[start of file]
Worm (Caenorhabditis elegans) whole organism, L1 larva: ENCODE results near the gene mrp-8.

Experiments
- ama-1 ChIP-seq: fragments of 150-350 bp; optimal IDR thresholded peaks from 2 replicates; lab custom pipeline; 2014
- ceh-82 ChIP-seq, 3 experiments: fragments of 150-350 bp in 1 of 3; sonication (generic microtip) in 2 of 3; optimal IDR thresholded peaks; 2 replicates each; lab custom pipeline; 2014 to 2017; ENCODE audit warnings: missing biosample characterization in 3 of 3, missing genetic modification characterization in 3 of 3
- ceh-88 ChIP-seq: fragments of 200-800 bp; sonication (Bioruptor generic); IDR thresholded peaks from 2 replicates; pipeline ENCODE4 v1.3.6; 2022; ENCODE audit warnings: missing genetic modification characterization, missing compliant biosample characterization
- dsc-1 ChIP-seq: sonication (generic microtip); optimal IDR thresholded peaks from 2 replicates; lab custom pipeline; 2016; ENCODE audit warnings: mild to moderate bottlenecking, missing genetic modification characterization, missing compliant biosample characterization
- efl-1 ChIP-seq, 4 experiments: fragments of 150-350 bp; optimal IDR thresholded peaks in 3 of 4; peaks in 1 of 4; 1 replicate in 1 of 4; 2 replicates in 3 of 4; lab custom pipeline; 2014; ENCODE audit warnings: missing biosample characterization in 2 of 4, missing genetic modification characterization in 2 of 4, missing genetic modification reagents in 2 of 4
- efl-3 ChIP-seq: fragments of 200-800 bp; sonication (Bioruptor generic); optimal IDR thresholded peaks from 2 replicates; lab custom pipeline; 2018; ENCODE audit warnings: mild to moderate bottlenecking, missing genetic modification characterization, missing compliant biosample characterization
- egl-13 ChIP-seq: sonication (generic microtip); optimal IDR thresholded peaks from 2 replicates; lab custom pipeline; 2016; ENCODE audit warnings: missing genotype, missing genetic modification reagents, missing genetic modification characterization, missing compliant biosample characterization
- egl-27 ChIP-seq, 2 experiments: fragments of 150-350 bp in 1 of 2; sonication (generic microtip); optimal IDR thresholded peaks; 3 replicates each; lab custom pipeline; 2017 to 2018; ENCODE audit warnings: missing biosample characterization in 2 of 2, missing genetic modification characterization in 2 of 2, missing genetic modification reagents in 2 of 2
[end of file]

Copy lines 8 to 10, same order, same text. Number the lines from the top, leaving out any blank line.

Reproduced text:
- efl-3 ChIP-seq: fragments of 200-800 bp; sonication (Bioruptor generic); optimal IDR thresholded peaks from 2 replicates; lab custom pipeline; 2018; ENCODE audit warnings: mild to moderate bottlenecking, missing genetic modification characterization, missing compliant biosample characterization
- egl-13 ChIP-seq: sonication (generic microtip); optimal IDR thresholded peaks from 2 replicates; lab custom pipeline; 2016; ENCODE audit warnings: missing genotype, missing genetic modification reagents, missing genetic modification characterization, missing compliant biosample characterization
- egl-27 ChIP-seq, 2 experiments: fragments of 150-350 bp in 1 of 2; sonication (generic microtip); optimal IDR thresholded peaks; 3 replicates each; lab custom pipeline; 2017 to 2018; ENCODE audit warnings: missing biosample characterization in 2 of 2, missing genetic modification characterization in 2 of 2, missing genetic modification reagents in 2 of 2